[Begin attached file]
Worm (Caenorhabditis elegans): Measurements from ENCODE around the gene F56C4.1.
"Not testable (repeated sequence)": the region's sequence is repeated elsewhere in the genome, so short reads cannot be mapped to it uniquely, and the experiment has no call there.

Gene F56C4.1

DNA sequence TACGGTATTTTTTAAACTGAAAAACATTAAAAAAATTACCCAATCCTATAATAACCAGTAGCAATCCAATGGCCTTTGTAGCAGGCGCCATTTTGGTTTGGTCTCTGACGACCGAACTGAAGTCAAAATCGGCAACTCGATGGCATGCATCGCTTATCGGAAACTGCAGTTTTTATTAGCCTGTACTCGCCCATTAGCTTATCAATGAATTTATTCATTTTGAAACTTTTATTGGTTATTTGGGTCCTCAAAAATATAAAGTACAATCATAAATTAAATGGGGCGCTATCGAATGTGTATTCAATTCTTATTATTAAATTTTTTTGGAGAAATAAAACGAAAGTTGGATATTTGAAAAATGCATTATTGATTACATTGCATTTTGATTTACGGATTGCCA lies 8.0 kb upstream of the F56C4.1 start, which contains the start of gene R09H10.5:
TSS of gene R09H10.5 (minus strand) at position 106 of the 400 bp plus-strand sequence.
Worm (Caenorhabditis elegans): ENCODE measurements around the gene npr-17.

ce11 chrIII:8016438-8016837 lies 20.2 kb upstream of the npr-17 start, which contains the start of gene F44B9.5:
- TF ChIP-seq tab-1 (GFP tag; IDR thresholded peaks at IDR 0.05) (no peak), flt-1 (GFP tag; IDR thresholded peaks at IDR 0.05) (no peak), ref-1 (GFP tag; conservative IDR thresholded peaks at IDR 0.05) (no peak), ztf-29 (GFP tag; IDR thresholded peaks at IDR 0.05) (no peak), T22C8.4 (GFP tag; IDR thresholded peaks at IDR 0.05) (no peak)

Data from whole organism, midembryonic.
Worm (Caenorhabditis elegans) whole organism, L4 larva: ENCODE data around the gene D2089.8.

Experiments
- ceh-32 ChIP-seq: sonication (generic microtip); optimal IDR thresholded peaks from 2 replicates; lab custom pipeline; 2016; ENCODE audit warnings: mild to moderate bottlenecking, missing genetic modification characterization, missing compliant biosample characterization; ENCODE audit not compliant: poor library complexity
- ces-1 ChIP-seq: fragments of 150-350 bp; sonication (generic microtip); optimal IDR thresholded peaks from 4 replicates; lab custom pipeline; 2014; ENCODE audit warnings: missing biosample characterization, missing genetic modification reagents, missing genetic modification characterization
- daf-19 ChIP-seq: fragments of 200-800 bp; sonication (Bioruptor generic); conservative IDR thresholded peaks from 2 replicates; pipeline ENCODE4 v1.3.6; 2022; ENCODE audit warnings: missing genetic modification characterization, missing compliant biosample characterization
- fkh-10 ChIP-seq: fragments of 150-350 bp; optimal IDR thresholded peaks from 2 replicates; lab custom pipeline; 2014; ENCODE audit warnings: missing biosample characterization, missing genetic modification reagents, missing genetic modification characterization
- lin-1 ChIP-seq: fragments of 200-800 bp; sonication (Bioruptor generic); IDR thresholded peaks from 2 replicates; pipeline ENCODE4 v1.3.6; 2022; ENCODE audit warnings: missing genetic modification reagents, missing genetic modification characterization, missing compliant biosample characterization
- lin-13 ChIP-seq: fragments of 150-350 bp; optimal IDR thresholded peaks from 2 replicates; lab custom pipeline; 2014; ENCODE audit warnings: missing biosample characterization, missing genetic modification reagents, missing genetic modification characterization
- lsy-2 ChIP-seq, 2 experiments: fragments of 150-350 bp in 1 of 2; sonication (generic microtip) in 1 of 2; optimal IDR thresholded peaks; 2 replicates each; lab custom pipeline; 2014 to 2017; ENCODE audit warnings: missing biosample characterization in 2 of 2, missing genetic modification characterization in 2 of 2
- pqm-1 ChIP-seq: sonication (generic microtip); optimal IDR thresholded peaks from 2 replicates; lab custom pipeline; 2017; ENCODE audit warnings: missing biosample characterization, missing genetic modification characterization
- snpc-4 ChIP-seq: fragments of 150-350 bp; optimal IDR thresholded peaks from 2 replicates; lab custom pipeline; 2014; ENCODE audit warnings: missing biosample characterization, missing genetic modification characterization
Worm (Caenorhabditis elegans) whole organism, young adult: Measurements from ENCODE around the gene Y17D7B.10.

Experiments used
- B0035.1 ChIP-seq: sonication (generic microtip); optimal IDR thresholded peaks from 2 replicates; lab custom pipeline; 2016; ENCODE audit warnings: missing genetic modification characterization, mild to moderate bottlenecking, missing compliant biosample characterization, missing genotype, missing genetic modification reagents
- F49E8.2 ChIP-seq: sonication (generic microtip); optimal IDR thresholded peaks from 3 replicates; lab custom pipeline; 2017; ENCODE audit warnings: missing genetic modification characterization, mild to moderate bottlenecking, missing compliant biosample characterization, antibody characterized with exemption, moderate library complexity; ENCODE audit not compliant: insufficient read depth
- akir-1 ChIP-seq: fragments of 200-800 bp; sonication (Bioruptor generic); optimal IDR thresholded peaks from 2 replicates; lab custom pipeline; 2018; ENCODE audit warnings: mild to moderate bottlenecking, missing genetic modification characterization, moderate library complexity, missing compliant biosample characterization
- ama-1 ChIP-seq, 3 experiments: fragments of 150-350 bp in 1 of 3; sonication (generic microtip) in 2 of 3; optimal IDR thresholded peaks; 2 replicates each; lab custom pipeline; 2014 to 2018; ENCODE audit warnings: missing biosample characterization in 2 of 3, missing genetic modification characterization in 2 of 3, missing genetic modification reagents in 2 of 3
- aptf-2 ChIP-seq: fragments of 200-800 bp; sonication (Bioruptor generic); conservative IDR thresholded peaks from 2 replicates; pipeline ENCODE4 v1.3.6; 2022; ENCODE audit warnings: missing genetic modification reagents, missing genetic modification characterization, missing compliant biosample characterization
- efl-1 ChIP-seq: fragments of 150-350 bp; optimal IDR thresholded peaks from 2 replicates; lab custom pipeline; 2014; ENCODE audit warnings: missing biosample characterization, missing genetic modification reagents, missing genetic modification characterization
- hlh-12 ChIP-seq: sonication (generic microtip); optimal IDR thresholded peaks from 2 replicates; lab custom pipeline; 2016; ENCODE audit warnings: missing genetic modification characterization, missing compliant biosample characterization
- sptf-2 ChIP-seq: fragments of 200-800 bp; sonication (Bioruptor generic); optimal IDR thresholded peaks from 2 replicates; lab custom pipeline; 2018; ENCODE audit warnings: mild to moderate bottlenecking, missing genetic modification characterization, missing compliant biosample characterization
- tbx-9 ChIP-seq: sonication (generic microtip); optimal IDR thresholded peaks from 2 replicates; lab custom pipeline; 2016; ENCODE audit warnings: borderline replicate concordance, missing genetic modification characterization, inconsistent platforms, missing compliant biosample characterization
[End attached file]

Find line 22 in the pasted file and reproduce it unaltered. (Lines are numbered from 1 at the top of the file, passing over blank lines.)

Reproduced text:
Experiments used